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Arab Diplomacy
Website, Middle East
“Is there a difference between Hadi and the UAE, or the latter and Saudi Arabia…?”
On February 14, Abdul Bari Atwan wrote the following piece in the electronic Rai al-Youm daily: “…Emerging pieces of news indicate that a trilateral summit meeting has taken place in Al-Riyadh between Prince Mohammad Bin Salman, the Saudi deputy crown prince and minister of defense, Sheikh Mohammed Bin Zayed, the Abu Dhabi crown prince and the deputy high commander of the Emirati armed forces, in addition to Yemeni President Abdrabbuh Mansur Hadi, who was angry upon his return from Aden where he had stayed for three days.

“This urgent summit came following an “unprecedented” tension between the presidential protection forces headed by Nasser Abdrabbuh Hadi, the president’s son (doesn’t this remind us of Ali Abdullah Saleh and his cousin Yehya?) and the airport protection forces headed by Col. Saleh al-Omeiri, knowing that President Hadi recently issued a decision to sack Al-Omeiri who refused to obey this decision and rebelled, along with his forces, against the president.

“The story began when Col. Al-Omeiri closed the Aden Airport and prevented President Hadi’s jet from landing knowing that the jet was coming from Al-Riyadh. This pushed the plane’s pilot to head to the island of Socotra in the Pacific Ocean… He left two days later when a temporary solution was reached and when his son’s forces controlled the airport. However, he only stayed in the temporary capital for two days, after which he flew to Al-Riyadh to complain to the Saudi leadership about the insults he had suffered at the airport of the liberated and temporary capital.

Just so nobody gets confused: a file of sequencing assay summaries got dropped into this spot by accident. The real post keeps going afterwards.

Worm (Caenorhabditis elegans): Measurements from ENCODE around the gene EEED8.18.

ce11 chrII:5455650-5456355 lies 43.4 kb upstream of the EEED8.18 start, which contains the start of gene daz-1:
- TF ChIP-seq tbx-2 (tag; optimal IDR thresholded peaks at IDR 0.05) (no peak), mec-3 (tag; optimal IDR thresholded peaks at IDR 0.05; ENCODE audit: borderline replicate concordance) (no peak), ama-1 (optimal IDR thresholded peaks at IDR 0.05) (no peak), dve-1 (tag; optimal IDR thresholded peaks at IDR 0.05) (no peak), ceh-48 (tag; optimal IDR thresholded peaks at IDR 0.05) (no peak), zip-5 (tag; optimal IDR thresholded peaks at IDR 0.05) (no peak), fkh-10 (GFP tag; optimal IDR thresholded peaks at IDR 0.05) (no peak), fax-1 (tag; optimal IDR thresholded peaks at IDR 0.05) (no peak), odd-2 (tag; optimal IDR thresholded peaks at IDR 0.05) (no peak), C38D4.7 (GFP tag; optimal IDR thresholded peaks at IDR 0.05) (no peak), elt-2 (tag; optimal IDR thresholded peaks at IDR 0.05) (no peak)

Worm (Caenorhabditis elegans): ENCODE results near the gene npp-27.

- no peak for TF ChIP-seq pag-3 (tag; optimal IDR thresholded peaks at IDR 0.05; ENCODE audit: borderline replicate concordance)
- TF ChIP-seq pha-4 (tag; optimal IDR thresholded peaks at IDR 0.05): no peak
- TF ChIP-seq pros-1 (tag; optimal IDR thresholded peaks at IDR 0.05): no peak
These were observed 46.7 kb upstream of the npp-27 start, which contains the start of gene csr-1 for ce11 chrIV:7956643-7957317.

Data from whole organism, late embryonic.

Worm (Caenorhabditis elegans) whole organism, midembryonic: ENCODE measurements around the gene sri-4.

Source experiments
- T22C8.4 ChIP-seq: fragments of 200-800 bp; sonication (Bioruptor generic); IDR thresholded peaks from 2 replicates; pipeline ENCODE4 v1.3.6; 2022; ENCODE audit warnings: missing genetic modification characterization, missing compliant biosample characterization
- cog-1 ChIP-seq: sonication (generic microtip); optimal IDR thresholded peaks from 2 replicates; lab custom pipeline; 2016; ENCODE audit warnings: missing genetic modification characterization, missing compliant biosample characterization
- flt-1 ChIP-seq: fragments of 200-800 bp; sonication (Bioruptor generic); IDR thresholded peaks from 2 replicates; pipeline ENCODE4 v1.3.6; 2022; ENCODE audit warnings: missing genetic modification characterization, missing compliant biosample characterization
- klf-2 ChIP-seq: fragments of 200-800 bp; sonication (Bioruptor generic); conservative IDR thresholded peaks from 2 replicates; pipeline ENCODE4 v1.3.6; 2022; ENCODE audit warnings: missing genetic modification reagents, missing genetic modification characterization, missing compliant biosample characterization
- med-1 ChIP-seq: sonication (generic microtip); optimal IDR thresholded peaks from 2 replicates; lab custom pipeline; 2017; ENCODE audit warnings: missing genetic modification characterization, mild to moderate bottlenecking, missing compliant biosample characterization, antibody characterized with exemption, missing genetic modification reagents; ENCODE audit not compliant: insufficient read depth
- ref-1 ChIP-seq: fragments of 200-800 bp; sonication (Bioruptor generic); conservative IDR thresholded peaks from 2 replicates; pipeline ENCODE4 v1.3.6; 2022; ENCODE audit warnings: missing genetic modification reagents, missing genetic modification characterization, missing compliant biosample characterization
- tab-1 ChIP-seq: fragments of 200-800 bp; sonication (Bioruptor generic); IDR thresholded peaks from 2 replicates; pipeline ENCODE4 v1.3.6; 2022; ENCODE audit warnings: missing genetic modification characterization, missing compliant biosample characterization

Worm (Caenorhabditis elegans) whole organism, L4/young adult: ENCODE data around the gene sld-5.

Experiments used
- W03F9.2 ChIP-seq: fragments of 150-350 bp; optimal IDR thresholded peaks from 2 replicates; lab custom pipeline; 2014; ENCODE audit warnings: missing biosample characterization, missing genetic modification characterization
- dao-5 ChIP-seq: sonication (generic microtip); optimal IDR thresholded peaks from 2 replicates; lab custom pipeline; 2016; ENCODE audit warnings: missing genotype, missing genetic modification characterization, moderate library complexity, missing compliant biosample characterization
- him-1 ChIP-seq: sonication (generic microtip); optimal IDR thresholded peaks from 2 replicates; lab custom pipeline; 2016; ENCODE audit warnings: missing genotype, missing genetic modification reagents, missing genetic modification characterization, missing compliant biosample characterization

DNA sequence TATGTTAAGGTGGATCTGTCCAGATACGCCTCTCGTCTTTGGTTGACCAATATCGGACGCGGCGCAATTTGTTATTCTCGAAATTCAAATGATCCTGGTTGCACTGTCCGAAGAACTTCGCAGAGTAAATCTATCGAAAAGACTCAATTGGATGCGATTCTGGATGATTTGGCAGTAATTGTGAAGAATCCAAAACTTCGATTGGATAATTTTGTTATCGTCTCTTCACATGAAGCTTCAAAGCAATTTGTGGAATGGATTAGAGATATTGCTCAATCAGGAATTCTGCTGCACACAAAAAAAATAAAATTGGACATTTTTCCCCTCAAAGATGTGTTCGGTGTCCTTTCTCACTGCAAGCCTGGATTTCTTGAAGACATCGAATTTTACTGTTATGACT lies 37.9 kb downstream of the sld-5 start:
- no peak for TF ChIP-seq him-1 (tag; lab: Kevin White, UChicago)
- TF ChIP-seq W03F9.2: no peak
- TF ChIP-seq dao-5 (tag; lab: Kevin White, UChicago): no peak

“There are many details and no room to state them all. The main point is that there are some major differences between the UAE, the forces of which control the city of Aden and other southern Yemeni cities in cooperation with the Security Firmness forces that are supported by the UAE, and President Hadi’s forces. The UAE never accepted the latest decisions of President Hadi to sack the former Prime Minister, Khaled Bahhah, who was one of the UAE’s allies, and the appointment of Ahmad Bin Doghor instead. The more dangerous part for the UAE consists of the alliance between President Hadi and the MB-affiliated Reform Party…

“There are two stories: the first one indicates that the conflict remained confined to the UAE and President Hadi without expanding to the relations between the UAE and Saudi Arabia, which supports Hadi. The second story indicates the opposite by stating that the conflict between Hadi and the UAE is merely the tip of the iceberg as it hides a higher conflict between the two largest forces of the Arab alliance…"
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